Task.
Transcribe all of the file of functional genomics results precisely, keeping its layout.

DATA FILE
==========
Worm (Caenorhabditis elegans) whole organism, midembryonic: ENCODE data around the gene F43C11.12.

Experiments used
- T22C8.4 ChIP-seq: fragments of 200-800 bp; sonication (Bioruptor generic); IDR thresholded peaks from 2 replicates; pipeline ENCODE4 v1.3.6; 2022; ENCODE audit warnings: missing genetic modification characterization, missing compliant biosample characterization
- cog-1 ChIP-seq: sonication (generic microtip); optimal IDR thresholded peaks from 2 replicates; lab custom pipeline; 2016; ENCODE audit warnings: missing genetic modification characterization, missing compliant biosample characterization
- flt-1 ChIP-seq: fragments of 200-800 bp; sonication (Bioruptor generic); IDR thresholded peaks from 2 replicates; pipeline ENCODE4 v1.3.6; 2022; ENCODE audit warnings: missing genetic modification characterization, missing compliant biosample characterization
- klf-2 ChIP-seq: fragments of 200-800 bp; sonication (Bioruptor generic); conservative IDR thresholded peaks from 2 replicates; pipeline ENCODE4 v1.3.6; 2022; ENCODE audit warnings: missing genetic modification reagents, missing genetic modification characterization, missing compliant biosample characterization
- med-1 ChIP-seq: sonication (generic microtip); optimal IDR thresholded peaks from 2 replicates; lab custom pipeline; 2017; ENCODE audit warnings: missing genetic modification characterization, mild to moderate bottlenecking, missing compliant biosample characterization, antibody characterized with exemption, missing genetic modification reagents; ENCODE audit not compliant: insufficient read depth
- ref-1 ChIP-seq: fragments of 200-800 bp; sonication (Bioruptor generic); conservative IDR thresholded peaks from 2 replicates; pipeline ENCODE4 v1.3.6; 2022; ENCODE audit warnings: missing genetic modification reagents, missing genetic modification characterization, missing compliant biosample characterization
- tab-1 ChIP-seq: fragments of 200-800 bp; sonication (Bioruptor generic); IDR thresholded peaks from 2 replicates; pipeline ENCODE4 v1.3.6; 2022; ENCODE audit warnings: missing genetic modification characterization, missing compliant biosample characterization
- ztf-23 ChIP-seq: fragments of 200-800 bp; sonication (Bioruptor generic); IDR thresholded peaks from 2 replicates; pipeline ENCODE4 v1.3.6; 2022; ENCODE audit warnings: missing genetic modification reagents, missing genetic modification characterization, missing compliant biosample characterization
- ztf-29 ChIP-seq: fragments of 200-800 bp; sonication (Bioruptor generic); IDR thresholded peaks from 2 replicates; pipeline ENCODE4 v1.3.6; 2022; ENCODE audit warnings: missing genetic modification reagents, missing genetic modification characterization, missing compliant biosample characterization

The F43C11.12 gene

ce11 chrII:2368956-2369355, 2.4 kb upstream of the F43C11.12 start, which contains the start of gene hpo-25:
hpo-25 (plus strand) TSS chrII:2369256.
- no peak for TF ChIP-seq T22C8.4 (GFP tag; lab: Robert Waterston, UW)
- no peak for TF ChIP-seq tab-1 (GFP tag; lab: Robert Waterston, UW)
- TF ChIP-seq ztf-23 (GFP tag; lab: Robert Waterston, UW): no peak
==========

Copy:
Worm (Caenorhabditis elegans) whole organism, midembryonic: ENCODE data around the gene F43C11.12.

Experiments used
- T22C8.4 ChIP-seq: fragments of 200-800 bp; sonication (Bioruptor generic); IDR thresholded peaks from 2 replicates; pipeline ENCODE4 v1.3.6; 2022; ENCODE audit warnings: missing genetic modification characterization, missing compliant biosample characterization
- cog-1 ChIP-seq: sonication (generic microtip); optimal IDR thresholded peaks from 2 replicates; lab custom pipeline; 2016; ENCODE audit warnings: missing genetic modification characterization, missing compliant biosample characterization
- flt-1 ChIP-seq: fragments of 200-800 bp; sonication (Bioruptor generic); IDR thresholded peaks from 2 replicates; pipeline ENCODE4 v1.3.6; 2022; ENCODE audit warnings: missing genetic modification characterization, missing compliant biosample characterization
- klf-2 ChIP-seq: fragments of 200-800 bp; sonication (Bioruptor generic); conservative IDR thresholded peaks from 2 replicates; pipeline ENCODE4 v1.3.6; 2022; ENCODE audit warnings: missing genetic modification reagents, missing genetic modification characterization, missing compliant biosample characterization
- med-1 ChIP-seq: sonication (generic microtip); optimal IDR thresholded peaks from 2 replicates; lab custom pipeline; 2017; ENCODE audit warnings: missing genetic modification characterization, mild to moderate bottlenecking, missing compliant biosample characterization, antibody characterized with exemption, missing genetic modification reagents; ENCODE audit not compliant: insufficient read depth
- ref-1 ChIP-seq: fragments of 200-800 bp; sonication (Bioruptor generic); conservative IDR thresholded peaks from 2 replicates; pipeline ENCODE4 v1.3.6; 2022; ENCODE audit warnings: missing genetic modification reagents, missing genetic modification characterization, missing compliant biosample characterization
- tab-1 ChIP-seq: fragments of 200-800 bp; sonication (Bioruptor generic); IDR thresholded peaks from 2 replicates; pipeline ENCODE4 v1.3.6; 2022; ENCODE audit warnings: missing genetic modification characterization, missing compliant biosample characterization
- ztf-23 ChIP-seq: fragments of 200-800 bp; sonication (Bioruptor generic); IDR thresholded peaks from 2 replicates; pipeline ENCODE4 v1.3.6; 2022; ENCODE audit warnings: missing genetic modification reagents, missing genetic modification characterization, missing compliant biosample characterization
- ztf-29 ChIP-seq: fragments of 200-800 bp; sonication (Bioruptor generic); IDR thresholded peaks from 2 replicates; pipeline ENCODE4 v1.3.6; 2022; ENCODE audit warnings: missing genetic modification reagents, missing genetic modification characterization, missing compliant biosample characterization

The F43C11.12 gene

ce11 chrII:2368956-2369355, 2.4 kb upstream of the F43C11.12 start, which contains the start of gene hpo-25:
hpo-25 (plus strand) TSS chrII:2369256.
- no peak for TF ChIP-seq T22C8.4 (GFP tag; lab: Robert Waterston, UW)
- no peak for TF ChIP-seq tab-1 (GFP tag; lab: Robert Waterston, UW)
- TF ChIP-seq ztf-23 (GFP tag; lab: Robert Waterston, UW): no peak